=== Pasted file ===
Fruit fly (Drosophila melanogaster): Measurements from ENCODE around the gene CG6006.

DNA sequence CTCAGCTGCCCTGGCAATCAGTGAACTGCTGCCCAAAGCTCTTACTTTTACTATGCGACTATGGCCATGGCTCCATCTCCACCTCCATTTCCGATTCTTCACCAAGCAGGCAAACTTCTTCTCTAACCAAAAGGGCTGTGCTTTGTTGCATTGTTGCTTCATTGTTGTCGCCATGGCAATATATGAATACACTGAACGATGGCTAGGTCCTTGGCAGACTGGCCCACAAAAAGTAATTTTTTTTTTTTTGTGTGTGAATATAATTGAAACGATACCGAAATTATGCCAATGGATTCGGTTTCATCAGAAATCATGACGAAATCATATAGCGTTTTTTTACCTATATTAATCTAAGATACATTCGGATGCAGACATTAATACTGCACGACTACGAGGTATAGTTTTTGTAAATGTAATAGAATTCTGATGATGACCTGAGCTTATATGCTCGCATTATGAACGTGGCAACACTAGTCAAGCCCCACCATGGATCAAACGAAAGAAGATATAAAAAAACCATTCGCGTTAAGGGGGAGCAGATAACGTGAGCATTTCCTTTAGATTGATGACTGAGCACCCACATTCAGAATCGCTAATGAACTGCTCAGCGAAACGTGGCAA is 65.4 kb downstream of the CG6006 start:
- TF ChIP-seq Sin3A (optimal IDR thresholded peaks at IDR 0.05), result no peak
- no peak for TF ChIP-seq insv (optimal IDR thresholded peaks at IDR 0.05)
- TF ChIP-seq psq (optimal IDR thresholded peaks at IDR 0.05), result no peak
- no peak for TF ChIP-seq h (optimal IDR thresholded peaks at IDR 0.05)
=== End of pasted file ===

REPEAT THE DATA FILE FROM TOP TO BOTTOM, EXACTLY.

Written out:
Fruit fly (Drosophila melanogaster): Measurements from ENCODE around the gene CG6006.

DNA sequence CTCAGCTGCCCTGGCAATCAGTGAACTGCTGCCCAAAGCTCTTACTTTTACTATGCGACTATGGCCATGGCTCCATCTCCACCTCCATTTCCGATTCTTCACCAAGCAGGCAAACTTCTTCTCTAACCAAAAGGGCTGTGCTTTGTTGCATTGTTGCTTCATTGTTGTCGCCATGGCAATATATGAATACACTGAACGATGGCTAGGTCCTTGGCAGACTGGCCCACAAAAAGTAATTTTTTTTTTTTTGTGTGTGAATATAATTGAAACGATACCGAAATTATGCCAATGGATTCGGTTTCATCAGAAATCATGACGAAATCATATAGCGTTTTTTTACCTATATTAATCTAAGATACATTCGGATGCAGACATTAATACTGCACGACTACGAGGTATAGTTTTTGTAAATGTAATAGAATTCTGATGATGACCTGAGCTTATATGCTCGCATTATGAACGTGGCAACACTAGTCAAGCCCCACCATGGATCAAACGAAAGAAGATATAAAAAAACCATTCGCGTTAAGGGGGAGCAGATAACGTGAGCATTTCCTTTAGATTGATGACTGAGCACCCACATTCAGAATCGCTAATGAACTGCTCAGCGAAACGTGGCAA is 65.4 kb downstream of the CG6006 start:
- TF ChIP-seq Sin3A (optimal IDR thresholded peaks at IDR 0.05), result no peak
- no peak for TF ChIP-seq insv (optimal IDR thresholded peaks at IDR 0.05)
- TF ChIP-seq psq (optimal IDR thresholded peaks at IDR 0.05), result no peak
- no peak for TF ChIP-seq h (optimal IDR thresholded peaks at IDR 0.05)